>> We are happy to revise the method and header names used by Upload Appending Procedure and all other procedures as long as we maintain the capabilities of tus protocol. If the consensus is that PUT is better than PATCH, we will modify our draft to adopt it.
> I did not say that.  I have stated that partial-PUT is one potential
> solution that is available today and has production implementations
> in service.  I have also suggested that any new RFC should include a
> section why partial-PUT is suboptimal and the new RFC provides a
> (substantially) better solution.
> PATCH with media-type application/tus-v2 may be a better solution
> as you can define the body any way that you like, which may include a
> custom (header) section in the body containing metadata such as the
> information you can not currently describe in Content-Range.

Content-Range requires the range to include the end offset which is not always available. We need something like “Content-Range: 42-/*” to achieve feature parity with the current tus protocol. Not sure if changing the definition of Content-Range is desirable.

>>>> 2. Media types
>>>> PATCH currently doesn’t define a media type. We went through the list of media types but couldn’t find the appropriate category for the Upload Appending Procedure. It is a generic byte-appending operation that can modify any types of media, so we don’t think it fits into an application media type.
>>> If tus-v2 is going to use PATCH:
>>> Why is tus-v2 not handled as PATCH with media-type application/tus-v2?
>>> tus-v2 is an application protocol.  Content-Type: application/tus-v2
>>> along with tus-v2 request headers would indicate how the request body is
>>> treated by PATCH implementations, if they support application/tus-v2.
>> From my reading of the PATCH standard, media type should be the type of the content that we are trying to modify.
> The media-type in an HTTP request describes the request body
> (along with Content-Encoding).  Content-Type could be application/json
> if the request body contained a json-encoded structure which identified
> the target file and described commands, context, and instructions how to
> patch the target file.  (I do not recommend this, and merely wanted to
> provide a more concrete example of media-type for request body.)
>> Feature detection is an optional part of the protocol. If an application controls both the client and the server (which is the case today with tus-v1), they can implement the protocol without using 1xx status code. We only require feature detection when a generic HTTP client tries to upgrade a regular upload to a resumable upload.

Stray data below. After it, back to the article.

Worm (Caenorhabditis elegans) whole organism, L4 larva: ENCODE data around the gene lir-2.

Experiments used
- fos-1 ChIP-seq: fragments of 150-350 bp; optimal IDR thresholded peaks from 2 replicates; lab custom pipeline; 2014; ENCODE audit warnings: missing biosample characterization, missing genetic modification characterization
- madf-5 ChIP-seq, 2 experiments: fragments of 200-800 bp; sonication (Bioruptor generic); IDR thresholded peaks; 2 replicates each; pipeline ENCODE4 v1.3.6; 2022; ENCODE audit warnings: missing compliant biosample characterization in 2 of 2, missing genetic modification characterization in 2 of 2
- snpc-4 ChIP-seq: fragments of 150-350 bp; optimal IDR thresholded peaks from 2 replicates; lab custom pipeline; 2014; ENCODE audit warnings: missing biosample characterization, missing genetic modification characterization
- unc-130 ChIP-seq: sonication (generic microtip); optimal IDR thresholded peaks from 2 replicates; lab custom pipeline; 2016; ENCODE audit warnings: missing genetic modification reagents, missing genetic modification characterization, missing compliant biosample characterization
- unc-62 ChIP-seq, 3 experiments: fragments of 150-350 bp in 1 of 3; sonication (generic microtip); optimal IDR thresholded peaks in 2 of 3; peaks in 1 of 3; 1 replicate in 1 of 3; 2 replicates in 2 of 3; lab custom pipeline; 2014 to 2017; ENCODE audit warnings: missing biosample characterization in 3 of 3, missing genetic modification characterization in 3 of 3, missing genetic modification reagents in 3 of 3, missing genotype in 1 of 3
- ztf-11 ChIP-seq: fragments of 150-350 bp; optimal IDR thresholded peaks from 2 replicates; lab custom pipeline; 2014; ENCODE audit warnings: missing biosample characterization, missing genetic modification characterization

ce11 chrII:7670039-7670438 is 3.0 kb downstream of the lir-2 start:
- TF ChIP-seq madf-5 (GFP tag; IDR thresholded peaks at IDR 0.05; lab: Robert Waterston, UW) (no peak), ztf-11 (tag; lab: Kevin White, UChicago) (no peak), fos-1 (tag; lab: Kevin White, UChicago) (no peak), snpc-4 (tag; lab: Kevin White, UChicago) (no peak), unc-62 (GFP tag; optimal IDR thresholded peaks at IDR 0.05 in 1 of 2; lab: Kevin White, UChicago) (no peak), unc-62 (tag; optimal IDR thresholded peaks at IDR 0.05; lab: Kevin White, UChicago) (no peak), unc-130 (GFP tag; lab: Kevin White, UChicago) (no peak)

> I think you should stick to your application-specific protocol to solve
> your application-specific problem in your application-specific domain
> where you control both client and server.
>> We’ve not seen consistent support of “Expect: 100-continue”. Some middleboxes reply with 100 immediately, and some middleboxes drop the 100 response. Therefore, we think a different 1xx status code would work better. We will explore different status code such as 102, but defining a new status code for a new purpose seems like the most straightforward option, as it will be least likely to break existing software.
> Sounds to me like a practical solution is to CONNECT through proxies to
> your application servers, where you can support the application/tus-v2
> protocol.  That would not be a 100% solution, but would work for many.
>> Maybe our goal isn’t very clear from the draft. We don’t just want this to be an application protocol. Yes, it can be implemented by an application on top of existing HTTP libraries, but the reason we are bringing this to the HTTP workgroup is that we hope to build support for this in the HTTP library itself. The goal is to move toward a future where every upload is resumable.
> I think you should prove it out as an application protocol and share it.
> If it is widely adopted and becomes a convention, then maybe it can be
> considered to extend HTTP.
> If your goal is to build support into HTTP libraries itself, then I do
> believe that you have a responsibility to justify why that should be so.
> I think an intern at Apple could quickly write a Python script to assign
> upload transaction ids to uploads, and (after disconnection) to be able
> to match existing transaction id to append to uploads.  Once the upload
> is complete, the script can process the upload.  I do not see why such
> an application-specific protocol -- with application-specific file
> sizes, timeouts, and resource management requirements -- should be
> anything other than an application, perhaps with an open source python
> module that can be reused by others.
> Cheers, Glenn